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Reference Number InnUK/102075/01
Title Influence of creep and geometry on strength of irradiated graphite components
Status Completed
Energy Categories NUCLEAR FISSION and FUSION(Nuclear Fission, Nuclear supporting technologies) 100%;
Research Types Applied Research and Development 100%
Science and Technology Fields PHYSICAL SCIENCES AND MATHEMATICS (Metallurgy and Materials) 100%
UKERC Cross Cutting Characterisation Not Cross-cutting 100%
Principal Investigator Project Contact
No email address given
EDF Energy Nuclear Generation Limited
Award Type Collaborative Research & Development
Funding Source Innovate-UK
Start Date 01 June 2015
End Date 30 June 2017
Duration 25 months
Total Grant Value £706,708
Industrial Sectors
Region South West
Programme Competition Call: 1403_CRD2_ENE_GEN_DCNS - Developing the civil nuclear supply chain CRD. Activity Developing the civil nuclear supply chain ( CR&D)
 
Investigators Principal Investigator Project Contact , EDF Energy Nuclear Generation Limited (29.117%)
  Other Investigator Project Contact , University of Manchester (66.410%)
Project Contact , National Nuclear Laboratory Limited (4.473%)
Web Site
Objectives
Abstract The proposed work aims to improve the understanding of graphite fracture and irradiation creep behaviour by studying large specimens extracted from a reactor at end-of-service. This uniquely will enable valid fracture and creep data to be determined on material that had seen reactor conditions to high dose and weight loss conditions. Current data are determined on small specimens that are either unirradiated or irradiated in materials test reactors. In particular, the likely life-limiting failure mode is through a process known as keyway root cracking. Here a crack initiates at a sharp re-entrant corner; to study this failure mode in particular requires specimens of sufficient size to give a valid range of notch geometries. In addition, the relaxation of stress by irradiation creep is a key process to mitigate processes at sharp corners. No work on irradiation creep has been performed on corner geometries or at high tensile strain; both of these will be addressed in the current proposal. The results will allow the continued safe operation of reactors, enabling low carbon energy to be produced in the UK.The proposed work aims to improve the understanding of graphite fracture and irradiation creep behaviour by studying large specimens extracted from a reactor at end-of-service. This uniquely will enable valid fracture and creep data to be determined on material that had seen reactor conditions to high dose and weight loss conditions. Current data are determined on small specimens that are either unirradiated or irradiated in materials test reactors. In particular, the likely life-limiting failure mode is through a process known as keyway root cracking. Here a crack initiates at a sharp re-entrant corner; to study this failure mode in particular requires specimens of sufficient size to give a valid range of notch geometries. In addition, the relaxation of stress by irradiation creep is a key process to mitigate processes at sharp corners. No work on irradiation creep has been performed on corner geometries or at high tensile strain; both of these will be addressed in the current proposal. The results will allow the continued safe operation of reactors, enabling low carbon energy to be produced in the UK.The proposed work aims to improve the understanding of graphite fracture and irradiation creep behaviour by studying large specimens extracted from a reactor at end-of-service. This uniquely will enable valid fracture and creep data to be determined on material that had seen reactor conditions to high dose and weight loss conditions. Current data are determined on small specimens that are either unirradiated or irradiated in materials test reactors. In particular, the likely life-limiting failure mode is through a process known as keyway root cracking. Here a crack initiates at a sharp re-entrant corner; to study this failure mode in particular requires specimens of sufficient size to give a valid range of notch geometries. In addition, the relaxation of stress by irradiation creep is a key process to mitigate processes at sharp corners. No work on irradiation creep has been performed on corner geometries or at high tensile strain; both of these will be addressed in the current proposal. The results will allow the continued safe operation of reactors, enabling low carbon energy to be produced in the UK.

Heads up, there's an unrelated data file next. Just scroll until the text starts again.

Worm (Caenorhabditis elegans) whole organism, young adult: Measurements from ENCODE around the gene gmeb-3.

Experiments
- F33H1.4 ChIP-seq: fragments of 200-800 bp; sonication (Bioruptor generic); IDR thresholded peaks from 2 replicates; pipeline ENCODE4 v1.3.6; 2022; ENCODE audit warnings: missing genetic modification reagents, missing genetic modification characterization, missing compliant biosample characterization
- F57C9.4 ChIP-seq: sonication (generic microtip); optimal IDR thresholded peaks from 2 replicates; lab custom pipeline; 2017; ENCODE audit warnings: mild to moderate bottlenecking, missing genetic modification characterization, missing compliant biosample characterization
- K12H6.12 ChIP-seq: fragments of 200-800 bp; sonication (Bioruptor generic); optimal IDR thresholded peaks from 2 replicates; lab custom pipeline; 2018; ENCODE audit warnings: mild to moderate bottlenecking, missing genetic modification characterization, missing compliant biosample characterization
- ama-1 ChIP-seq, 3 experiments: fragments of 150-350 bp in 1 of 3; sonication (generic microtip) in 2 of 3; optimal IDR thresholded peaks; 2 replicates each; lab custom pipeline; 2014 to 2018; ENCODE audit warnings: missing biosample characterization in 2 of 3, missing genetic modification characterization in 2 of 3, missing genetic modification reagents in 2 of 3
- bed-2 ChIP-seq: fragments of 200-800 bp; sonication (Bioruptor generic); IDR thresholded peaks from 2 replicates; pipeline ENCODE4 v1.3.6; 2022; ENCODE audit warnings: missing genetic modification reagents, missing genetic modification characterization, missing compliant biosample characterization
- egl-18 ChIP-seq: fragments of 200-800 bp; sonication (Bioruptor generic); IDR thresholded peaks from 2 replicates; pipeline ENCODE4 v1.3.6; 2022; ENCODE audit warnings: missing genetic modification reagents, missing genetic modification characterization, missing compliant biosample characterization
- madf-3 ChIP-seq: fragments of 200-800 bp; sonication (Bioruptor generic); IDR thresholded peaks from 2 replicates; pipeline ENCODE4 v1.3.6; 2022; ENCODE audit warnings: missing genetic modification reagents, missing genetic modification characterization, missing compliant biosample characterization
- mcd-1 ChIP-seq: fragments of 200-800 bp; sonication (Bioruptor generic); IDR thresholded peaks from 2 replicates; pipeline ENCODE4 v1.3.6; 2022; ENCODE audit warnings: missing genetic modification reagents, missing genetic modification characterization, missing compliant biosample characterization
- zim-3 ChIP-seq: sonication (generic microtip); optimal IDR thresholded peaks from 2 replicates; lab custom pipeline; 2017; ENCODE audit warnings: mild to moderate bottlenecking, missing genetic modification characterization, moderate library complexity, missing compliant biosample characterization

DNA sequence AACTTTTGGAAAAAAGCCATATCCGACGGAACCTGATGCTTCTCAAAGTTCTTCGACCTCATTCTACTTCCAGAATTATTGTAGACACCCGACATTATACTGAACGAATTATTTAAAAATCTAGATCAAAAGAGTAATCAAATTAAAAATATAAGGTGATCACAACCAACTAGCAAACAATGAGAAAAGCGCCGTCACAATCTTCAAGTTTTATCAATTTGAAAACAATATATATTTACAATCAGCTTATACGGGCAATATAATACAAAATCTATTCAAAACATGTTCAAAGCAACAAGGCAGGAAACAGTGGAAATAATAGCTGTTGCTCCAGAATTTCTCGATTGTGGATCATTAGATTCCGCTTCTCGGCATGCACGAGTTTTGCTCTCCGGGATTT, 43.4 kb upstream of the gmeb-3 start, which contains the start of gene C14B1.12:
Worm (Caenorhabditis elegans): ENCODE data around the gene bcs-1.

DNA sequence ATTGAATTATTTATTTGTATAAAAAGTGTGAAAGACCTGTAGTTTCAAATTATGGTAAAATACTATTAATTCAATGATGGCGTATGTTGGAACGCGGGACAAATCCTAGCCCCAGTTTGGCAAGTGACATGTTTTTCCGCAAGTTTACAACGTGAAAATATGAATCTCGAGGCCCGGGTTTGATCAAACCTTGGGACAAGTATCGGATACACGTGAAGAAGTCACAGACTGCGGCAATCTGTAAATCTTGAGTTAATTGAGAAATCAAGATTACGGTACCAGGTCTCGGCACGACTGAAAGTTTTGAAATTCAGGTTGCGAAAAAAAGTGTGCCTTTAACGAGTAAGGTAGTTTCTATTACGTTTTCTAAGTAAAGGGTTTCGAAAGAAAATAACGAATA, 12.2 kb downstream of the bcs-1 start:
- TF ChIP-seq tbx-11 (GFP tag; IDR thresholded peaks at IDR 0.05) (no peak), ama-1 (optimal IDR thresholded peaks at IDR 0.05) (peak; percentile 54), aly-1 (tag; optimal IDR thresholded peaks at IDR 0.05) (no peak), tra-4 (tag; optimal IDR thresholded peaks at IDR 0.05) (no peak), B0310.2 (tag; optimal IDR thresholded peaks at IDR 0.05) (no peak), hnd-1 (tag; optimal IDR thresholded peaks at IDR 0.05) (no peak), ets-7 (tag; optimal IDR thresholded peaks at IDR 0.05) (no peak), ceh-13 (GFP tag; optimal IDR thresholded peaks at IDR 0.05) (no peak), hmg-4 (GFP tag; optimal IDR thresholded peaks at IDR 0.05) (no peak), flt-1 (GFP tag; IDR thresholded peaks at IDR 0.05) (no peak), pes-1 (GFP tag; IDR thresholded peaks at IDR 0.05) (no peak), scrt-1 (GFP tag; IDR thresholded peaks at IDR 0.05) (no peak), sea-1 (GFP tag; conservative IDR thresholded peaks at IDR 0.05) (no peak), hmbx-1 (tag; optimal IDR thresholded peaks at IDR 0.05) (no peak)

Publications (none)
Final Report (none)
Added to Database 06/12/17